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Re: [ontolog-forum] Axiomatic ontology

To: "Pat Hayes" <phayes@xxxxxxx>
Cc: "[ontolog-forum]" <ontolog-forum@xxxxxxxxxxxxxxxx>
From: "Rob Freeman" <lists@xxxxxxxxxxxxxxxxxxx>
Date: Fri, 17 Oct 2008 18:34:57 +0800
Message-id: <7616afbc0810170334u11db3e3djc623645317a326cb@xxxxxxxxxxxxxx>
Pat,    (01)

On Mon, Oct 13, 2008 at 12:21 AM, Pat Hayes <phayes@xxxxxxx> wrote:
> On Oct 12, 2008, at 6:49 AM, Rob Freeman wrote:
> > ... What matters to me is that, even for finite
> > sets, the number of possibly "meaningful" relations could be very
> > large (unless we impose an artificial limitation in some way.)
> But do you have any reason to suppose that it WILL be large, in fact?    (02)

I think we have reason to suppose this, yes.    (03)

At the very least the possibility should be studied carefully. I don't
think it has been.    (04)

Articles like the one by Chris Anderson I referenced earlier in this
thread are one indication the number is beyond expression in any one
model. Other people are beginning to say similar things.    (05)

> I'm talking here about FO semantics as opposed to higher-order semantics.
> Were you then arguing for the use of classical higher-order logic?    (06)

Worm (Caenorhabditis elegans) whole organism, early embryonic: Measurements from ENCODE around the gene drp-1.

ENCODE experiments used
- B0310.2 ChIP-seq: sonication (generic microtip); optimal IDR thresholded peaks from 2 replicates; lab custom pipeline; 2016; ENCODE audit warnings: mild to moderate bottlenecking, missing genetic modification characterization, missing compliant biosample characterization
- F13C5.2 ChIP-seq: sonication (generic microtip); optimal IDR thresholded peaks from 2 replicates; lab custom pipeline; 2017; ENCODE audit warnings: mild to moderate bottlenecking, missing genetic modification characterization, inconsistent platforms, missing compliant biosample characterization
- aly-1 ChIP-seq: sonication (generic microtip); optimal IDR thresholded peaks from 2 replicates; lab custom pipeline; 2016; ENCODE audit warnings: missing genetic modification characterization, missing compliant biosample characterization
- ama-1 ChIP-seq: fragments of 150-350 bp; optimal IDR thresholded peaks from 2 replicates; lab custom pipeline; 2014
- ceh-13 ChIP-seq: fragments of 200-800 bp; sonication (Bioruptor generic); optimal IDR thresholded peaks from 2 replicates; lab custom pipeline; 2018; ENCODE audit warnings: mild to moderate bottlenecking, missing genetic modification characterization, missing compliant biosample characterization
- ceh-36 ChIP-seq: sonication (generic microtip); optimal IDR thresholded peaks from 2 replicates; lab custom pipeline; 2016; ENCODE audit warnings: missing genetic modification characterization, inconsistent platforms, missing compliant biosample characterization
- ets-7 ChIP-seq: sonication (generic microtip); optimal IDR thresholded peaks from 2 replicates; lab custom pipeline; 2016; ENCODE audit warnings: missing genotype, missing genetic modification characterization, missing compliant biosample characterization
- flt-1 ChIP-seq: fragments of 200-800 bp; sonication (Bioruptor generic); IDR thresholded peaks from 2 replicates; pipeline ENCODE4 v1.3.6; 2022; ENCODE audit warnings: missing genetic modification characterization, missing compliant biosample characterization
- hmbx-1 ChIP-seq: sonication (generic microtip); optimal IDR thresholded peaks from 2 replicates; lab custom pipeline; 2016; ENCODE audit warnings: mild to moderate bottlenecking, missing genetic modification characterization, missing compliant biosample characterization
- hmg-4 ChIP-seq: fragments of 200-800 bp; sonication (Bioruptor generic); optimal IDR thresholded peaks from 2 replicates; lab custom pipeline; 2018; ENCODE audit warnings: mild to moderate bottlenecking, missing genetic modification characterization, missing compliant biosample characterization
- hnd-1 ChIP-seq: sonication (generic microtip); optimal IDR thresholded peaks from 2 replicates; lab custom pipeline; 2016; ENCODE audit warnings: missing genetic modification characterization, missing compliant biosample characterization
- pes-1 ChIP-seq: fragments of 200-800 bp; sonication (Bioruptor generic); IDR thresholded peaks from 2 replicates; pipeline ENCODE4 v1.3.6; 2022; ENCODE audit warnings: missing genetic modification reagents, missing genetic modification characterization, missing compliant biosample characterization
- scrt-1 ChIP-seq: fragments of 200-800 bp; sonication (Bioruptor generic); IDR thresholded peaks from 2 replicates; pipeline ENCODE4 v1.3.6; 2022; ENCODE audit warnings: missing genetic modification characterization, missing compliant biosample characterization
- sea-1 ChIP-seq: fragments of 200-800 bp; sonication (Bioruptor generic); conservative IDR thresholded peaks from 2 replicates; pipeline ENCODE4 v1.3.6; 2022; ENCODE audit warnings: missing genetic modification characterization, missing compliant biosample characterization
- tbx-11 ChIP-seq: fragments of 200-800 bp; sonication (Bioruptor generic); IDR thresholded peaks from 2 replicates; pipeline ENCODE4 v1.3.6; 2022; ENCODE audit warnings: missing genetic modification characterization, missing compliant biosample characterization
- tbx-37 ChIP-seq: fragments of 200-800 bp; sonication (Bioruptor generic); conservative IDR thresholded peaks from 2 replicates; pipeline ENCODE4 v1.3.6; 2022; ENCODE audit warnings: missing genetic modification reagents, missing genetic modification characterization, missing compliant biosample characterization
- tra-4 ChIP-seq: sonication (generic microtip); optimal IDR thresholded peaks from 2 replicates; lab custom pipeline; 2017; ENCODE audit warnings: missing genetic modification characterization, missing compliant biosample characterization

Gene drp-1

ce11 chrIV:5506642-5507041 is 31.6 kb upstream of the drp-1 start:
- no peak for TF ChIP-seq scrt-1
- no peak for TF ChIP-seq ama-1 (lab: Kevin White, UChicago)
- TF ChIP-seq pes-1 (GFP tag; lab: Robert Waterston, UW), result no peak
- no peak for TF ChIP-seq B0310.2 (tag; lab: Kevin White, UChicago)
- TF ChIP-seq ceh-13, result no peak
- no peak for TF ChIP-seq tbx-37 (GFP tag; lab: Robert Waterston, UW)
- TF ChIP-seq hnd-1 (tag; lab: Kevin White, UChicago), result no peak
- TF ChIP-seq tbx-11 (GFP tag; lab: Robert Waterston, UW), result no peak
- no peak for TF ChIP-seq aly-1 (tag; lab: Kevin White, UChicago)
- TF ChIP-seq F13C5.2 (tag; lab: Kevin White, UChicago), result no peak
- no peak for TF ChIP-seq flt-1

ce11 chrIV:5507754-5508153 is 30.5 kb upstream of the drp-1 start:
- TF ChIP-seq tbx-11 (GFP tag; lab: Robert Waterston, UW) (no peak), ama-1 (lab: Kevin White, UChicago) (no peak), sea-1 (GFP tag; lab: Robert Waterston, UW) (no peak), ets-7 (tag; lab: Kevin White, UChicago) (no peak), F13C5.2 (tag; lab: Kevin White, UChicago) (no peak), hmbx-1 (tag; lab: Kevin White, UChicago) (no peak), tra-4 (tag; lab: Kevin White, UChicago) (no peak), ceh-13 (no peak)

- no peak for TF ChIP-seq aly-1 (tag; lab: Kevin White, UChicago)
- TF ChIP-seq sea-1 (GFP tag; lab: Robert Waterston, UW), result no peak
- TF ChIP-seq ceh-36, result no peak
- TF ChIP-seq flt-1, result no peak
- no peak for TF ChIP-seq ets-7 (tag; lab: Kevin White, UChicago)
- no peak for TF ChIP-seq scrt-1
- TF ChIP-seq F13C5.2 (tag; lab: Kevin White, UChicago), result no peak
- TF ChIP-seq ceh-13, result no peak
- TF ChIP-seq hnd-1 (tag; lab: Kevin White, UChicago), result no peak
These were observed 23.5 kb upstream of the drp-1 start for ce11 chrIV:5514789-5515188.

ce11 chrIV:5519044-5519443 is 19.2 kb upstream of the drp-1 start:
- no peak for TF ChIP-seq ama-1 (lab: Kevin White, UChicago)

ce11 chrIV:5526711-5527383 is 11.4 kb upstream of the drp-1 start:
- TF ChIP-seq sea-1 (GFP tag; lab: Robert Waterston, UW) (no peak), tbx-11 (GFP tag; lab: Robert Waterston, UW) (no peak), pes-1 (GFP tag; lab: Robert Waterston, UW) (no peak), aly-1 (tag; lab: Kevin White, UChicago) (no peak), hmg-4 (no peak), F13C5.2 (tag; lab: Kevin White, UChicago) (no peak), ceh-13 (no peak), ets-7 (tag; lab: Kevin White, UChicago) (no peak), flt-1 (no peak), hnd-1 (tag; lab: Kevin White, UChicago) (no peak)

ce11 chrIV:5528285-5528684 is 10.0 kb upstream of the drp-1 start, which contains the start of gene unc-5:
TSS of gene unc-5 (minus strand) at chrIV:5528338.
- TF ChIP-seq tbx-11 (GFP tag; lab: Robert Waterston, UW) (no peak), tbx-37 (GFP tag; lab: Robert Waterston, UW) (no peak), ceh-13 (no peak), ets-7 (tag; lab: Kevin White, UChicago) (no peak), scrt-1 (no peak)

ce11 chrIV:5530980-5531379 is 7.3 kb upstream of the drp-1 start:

I was trying not to assume any ab initio semantic model at all.    (07)

> Set theory does not suggest anything about 'meaningful' sets. It simply
> talks about sets. Yes, there are a lot of sets. Nothing at all follows about
> how many 'meaningful' sets there are. The fact that human beings do not seem
> to be involved in combinatorial explosions when they think or speak
> rationally, suggests that the number of meaningful sets might be a lot less
> than the number of combinatorially possible sets. And one can give many
> other reasons to suggest that there are far fewer 'meaningful' sets than
> sets altogether: for example, the fact that people can do induction quite
> successfully, or that one-shot learning often works very well. You may hold
> other opinions, but it falls to you to come up with some reasons why this
> might be an issue. Simply re-iterating elementary mathematical facts doesn't
> cut it.    (08)

I agree there must be "far fewer 'meaningful' sets than sets
altogether". I'm not arguing that all sets are meaningful.    (09)

On the other hand I don't see that we have any justification for
simply throwing away all sets which do not fulfill some arbitrary
condition, e.g. conformance with one or other logic or model.    (010)

Rather than defining "meaningful" as conformance with a model, why not
take it from the other direction? Sets can be limited not by a model,
but by say, a distance measure (like John's analogies.) Let that limit
us. Then let the sets which result from clustering on a distance
measure determine the model relevant to a particular case.    (011)

What happens? Has anyone looked into it?    (012)

> You have just summed up one the central foundational notions
> of computer science.    (013)

Great. Yes. Thanks for making that association.    (014)

It is somewhat my point that we do not use the full expressive power
of these "foundational notions of computer science", a power beyond
any single logic, when we attempt to represent knowledge.    (015)

Why?    (016)

-Rob    (017)

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